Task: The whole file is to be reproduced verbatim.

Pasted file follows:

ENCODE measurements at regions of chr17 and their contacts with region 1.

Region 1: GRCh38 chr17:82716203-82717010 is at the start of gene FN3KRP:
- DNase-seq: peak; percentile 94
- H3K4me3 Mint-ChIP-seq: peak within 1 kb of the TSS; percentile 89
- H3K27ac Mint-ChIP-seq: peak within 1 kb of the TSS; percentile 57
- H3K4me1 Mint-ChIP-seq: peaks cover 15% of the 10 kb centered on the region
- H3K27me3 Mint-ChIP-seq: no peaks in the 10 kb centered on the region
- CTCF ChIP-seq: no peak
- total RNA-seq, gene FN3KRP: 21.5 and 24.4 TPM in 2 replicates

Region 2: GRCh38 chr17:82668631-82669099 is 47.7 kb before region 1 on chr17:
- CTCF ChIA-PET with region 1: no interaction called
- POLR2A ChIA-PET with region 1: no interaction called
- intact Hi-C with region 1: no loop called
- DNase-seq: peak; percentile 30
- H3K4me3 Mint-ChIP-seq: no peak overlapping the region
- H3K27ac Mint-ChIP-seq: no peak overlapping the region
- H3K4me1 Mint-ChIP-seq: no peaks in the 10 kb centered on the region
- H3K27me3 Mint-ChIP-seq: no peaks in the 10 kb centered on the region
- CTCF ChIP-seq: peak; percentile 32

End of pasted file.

ENCODE measurements at regions of chr17 and their contacts with region 1.

Region 1: GRCh38 chr17:82716203-82717010 is at the start of gene FN3KRP:
- DNase-seq: peak; percentile 94
- H3K4me3 Mint-ChIP-seq: peak within 1 kb of the TSS; percentile 89
- H3K27ac Mint-ChIP-seq: peak within 1 kb of the TSS; percentile 57
- H3K4me1 Mint-ChIP-seq: peaks cover 15% of the 10 kb centered on the region
- H3K27me3 Mint-ChIP-seq: no peaks in the 10 kb centered on the region
- CTCF ChIP-seq: no peak
- total RNA-seq, gene FN3KRP: 21.5 and 24.4 TPM in 2 replicates

Region 2: GRCh38 chr17:82668631-82669099 is 47.7 kb before region 1 on chr17:
- CTCF ChIA-PET with region 1: no interaction called
- POLR2A ChIA-PET with region 1: no interaction called
- intact Hi-C with region 1: no loop called
- DNase-seq: peak; percentile 30
- H3K4me3 Mint-ChIP-seq: no peak overlapping the region
- H3K27ac Mint-ChIP-seq: no peak overlapping the region
- H3K4me1 Mint-ChIP-seq: no peaks in the 10 kb centered on the region
- H3K27me3 Mint-ChIP-seq: no peaks in the 10 kb centered on the region
- CTCF ChIP-seq: peak; percentile 32